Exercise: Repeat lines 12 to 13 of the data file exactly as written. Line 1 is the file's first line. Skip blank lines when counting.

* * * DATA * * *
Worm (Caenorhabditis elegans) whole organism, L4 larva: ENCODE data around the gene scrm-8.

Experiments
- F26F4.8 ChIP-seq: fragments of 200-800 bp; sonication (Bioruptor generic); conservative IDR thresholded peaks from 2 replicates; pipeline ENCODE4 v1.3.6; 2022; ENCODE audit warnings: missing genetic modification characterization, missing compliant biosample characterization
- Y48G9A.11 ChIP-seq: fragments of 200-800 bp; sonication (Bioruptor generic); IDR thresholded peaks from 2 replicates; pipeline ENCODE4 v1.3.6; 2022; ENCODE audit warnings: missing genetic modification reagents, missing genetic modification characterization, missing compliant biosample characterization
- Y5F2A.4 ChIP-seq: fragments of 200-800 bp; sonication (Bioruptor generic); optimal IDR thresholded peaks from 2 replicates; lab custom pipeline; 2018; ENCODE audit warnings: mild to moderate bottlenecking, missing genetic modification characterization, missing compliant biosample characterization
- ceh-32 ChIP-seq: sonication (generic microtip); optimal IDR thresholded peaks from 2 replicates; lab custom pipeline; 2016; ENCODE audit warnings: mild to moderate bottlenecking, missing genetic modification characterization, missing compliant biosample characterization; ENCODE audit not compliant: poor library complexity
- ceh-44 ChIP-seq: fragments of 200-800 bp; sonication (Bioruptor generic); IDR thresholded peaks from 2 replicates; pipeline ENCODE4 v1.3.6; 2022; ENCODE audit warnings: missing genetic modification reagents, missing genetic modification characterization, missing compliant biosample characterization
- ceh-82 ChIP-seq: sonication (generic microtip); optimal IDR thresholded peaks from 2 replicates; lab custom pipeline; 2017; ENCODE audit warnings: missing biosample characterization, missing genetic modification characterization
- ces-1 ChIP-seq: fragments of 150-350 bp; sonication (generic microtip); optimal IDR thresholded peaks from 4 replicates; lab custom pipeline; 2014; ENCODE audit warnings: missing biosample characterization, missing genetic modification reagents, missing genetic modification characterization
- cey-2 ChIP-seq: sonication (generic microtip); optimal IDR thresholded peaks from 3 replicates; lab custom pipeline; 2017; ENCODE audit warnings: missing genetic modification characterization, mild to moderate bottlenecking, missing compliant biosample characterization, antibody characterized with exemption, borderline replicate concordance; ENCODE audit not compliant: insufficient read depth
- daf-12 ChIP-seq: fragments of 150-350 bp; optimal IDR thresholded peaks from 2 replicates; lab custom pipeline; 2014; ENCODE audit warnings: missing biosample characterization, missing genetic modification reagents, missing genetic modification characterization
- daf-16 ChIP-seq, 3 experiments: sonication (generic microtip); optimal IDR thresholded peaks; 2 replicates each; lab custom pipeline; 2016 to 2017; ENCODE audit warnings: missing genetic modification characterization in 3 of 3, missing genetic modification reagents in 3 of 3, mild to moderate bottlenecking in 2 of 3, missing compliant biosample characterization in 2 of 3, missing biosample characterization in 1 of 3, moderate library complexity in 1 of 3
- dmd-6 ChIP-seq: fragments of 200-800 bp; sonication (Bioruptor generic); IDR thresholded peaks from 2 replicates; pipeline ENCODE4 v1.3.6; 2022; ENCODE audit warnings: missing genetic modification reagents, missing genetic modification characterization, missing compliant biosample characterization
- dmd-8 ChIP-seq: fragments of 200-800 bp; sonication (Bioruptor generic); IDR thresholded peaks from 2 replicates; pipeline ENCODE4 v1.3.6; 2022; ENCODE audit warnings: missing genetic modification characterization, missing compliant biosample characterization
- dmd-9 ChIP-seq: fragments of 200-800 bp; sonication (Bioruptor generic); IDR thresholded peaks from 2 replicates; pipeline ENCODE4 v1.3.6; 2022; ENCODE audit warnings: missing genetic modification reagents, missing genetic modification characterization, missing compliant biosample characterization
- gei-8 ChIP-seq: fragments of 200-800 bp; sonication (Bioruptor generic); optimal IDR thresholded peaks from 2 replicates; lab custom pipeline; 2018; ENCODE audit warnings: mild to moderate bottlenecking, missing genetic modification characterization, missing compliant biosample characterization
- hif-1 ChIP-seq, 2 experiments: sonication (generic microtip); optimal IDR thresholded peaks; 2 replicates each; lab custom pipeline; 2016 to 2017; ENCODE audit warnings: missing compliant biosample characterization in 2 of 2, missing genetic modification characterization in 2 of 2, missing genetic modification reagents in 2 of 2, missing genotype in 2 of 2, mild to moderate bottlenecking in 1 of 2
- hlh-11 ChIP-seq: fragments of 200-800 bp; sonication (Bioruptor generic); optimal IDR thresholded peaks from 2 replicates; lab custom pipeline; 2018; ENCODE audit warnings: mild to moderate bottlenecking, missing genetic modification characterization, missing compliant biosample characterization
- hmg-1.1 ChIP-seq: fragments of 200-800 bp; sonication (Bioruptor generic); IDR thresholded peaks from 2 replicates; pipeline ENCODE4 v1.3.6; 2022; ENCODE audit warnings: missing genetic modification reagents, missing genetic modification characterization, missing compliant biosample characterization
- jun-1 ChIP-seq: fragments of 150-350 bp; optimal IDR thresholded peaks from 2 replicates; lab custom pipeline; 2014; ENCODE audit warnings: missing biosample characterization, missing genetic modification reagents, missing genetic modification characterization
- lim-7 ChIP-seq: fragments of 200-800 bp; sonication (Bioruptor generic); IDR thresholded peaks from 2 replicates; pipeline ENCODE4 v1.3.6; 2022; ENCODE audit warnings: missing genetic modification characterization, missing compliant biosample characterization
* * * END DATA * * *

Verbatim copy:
- daf-16 ChIP-seq, 3 experiments: sonication (generic microtip); optimal IDR thresholded peaks; 2 replicates each; lab custom pipeline; 2016 to 2017; ENCODE audit warnings: missing genetic modification characterization in 3 of 3, missing genetic modification reagents in 3 of 3, mild to moderate bottlenecking in 2 of 3, missing compliant biosample characterization in 2 of 3, missing biosample characterization in 1 of 3, moderate library complexity in 1 of 3
- dmd-6 ChIP-seq: fragments of 200-800 bp; sonication (Bioruptor generic); IDR thresholded peaks from 2 replicates; pipeline ENCODE4 v1.3.6; 2022; ENCODE audit warnings: missing genetic modification reagents, missing genetic modification characterization, missing compliant biosample characterization